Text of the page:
Kaval and another lobbyist, Alexander Dean of Sansome Partners/Hawk Management, have RingCentral Coliseum listed as their address on the state’s lobbyists listing. Four of the lobbyists are from the Kaempfer Crowell law firm, which has an office in Downtown Summerlin.
The lobbyists will look to garner public support for the team’s pursuit of a potential public-private partnership for its ballpark efforts in Las Vegas, a person with knowledge of the situation told the Las Vegas Review-Journal.
When the Raiders relocated to Las Vegas from Oakland, they secured $750 million in public funding, paid for by way of a 0.88 percent room tax on hotel rooms in Clark County. The room tax was approved during a special session of the Legislature in 2016.
What the A’s plan entails remains to be seen, but Gov. Joe Lombardo already has stated that he is not in favor of raising taxes to help lure professional teams to the state. Lombardo, who has met with A’s leadership, did add that there could be existing economic development programs the A’s could be eligible for, should they choose to move to Las Vegas and build a 35,000-seat stadium.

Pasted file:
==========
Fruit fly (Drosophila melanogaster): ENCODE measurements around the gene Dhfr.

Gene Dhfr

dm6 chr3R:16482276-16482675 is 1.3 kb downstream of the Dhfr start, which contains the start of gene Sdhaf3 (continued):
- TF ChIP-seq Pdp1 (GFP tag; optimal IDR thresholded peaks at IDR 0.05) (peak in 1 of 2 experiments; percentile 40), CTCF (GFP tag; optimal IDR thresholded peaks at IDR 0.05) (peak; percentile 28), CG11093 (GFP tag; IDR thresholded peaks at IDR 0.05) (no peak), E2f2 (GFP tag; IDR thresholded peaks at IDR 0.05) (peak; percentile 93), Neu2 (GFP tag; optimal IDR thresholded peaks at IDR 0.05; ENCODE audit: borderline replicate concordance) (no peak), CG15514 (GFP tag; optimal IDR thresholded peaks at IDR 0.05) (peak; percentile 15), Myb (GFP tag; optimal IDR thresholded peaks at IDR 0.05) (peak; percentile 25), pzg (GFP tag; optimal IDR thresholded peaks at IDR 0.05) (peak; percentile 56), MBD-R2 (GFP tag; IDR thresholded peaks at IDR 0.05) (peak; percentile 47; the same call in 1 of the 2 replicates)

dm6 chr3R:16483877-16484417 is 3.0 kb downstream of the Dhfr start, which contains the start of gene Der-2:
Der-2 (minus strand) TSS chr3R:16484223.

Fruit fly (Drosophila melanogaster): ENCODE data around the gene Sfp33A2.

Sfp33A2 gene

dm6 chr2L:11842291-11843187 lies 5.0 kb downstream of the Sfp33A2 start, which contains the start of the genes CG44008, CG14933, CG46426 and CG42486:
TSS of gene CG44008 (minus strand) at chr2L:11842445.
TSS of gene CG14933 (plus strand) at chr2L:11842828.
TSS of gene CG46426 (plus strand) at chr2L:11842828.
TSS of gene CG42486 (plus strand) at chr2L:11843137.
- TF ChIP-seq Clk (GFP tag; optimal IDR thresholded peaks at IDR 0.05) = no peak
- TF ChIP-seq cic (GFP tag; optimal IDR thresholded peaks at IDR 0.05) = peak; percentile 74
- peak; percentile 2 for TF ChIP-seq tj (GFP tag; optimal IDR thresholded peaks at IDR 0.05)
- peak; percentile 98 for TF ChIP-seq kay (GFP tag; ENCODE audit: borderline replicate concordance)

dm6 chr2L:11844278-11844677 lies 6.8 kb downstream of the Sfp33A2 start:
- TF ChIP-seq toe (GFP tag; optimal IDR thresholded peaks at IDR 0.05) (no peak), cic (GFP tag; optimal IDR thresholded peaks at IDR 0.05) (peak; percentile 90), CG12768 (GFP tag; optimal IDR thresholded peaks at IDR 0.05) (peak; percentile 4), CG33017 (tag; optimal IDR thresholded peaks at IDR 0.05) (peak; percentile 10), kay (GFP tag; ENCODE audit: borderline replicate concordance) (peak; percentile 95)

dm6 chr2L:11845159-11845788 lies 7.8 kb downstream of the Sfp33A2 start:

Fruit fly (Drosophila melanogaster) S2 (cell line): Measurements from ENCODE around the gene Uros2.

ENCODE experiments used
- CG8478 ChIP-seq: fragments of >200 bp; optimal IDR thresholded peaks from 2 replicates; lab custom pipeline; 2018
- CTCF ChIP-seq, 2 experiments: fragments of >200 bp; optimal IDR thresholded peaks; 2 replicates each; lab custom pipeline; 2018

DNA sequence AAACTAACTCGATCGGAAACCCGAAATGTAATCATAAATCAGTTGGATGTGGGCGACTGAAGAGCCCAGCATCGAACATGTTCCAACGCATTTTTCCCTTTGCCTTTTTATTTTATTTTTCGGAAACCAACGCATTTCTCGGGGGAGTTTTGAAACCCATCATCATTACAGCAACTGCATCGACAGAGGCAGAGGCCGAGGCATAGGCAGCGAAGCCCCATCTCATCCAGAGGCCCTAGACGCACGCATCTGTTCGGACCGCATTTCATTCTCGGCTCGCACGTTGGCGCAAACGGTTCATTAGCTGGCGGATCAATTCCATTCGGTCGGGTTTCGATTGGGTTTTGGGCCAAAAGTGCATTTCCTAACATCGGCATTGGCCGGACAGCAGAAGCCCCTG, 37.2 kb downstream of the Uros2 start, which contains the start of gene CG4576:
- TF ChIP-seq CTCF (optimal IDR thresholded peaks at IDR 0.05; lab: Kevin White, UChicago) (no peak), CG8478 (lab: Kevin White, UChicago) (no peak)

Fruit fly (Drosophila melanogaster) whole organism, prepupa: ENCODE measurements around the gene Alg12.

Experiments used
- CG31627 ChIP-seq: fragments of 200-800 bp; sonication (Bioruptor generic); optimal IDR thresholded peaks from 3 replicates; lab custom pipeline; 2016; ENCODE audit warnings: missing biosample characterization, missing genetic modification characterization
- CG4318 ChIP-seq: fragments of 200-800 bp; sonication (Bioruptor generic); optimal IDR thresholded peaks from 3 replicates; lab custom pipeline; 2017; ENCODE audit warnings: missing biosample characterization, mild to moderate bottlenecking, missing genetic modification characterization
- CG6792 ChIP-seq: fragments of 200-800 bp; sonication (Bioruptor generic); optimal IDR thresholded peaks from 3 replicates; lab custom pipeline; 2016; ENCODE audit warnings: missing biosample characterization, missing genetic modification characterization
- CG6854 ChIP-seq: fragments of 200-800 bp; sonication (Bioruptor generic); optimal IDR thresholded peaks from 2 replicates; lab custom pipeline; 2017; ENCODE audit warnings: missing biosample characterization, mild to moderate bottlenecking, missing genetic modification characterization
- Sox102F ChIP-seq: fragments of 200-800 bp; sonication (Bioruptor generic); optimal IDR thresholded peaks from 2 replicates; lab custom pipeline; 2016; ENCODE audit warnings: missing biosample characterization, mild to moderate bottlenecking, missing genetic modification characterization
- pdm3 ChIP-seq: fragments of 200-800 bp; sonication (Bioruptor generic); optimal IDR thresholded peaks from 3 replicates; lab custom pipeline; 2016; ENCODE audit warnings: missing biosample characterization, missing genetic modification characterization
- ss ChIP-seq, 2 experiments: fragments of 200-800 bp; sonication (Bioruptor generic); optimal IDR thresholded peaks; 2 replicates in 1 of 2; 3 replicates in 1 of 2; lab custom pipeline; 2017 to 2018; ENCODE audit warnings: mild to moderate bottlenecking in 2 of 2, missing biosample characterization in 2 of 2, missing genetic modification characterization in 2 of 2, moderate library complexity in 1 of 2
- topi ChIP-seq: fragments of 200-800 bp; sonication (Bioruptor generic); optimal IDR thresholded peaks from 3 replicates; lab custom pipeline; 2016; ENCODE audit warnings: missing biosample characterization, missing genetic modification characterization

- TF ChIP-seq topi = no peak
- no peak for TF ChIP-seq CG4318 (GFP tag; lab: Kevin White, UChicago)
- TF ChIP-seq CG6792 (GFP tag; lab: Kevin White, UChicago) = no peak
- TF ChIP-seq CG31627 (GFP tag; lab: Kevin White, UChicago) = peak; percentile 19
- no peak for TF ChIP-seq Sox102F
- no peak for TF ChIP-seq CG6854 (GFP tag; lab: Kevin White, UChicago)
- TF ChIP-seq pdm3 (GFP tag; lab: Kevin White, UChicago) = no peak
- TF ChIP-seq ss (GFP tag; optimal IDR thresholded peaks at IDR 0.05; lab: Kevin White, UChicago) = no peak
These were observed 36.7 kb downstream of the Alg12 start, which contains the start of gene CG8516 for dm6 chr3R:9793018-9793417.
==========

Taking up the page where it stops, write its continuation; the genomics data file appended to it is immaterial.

The A’s are eyeing three locations to build a $1 billion retractable roof ballpark on or near the Las Vegas Strip.
After having a list of two final preferred sites — Tropicana Las Vegas on the south Strip and the Las Vegas Festival Grounds on the north Strip — a source on Thursday indicated to the Review-Journal that the A’s were “seriously considering” the Rio hotel site. A spokesperson for Rio owner Dreamscape Companies confirmed that Dreamscape was open to the idea of adding a ballpark on-site and had been discussing it.
The emergence of a new site and the hiring of multiple lobbyists come as Major League Baseball Commissioner Rob Manfred noted that the A’s have shifted the focus of their new ballpark quest to Las Vegas.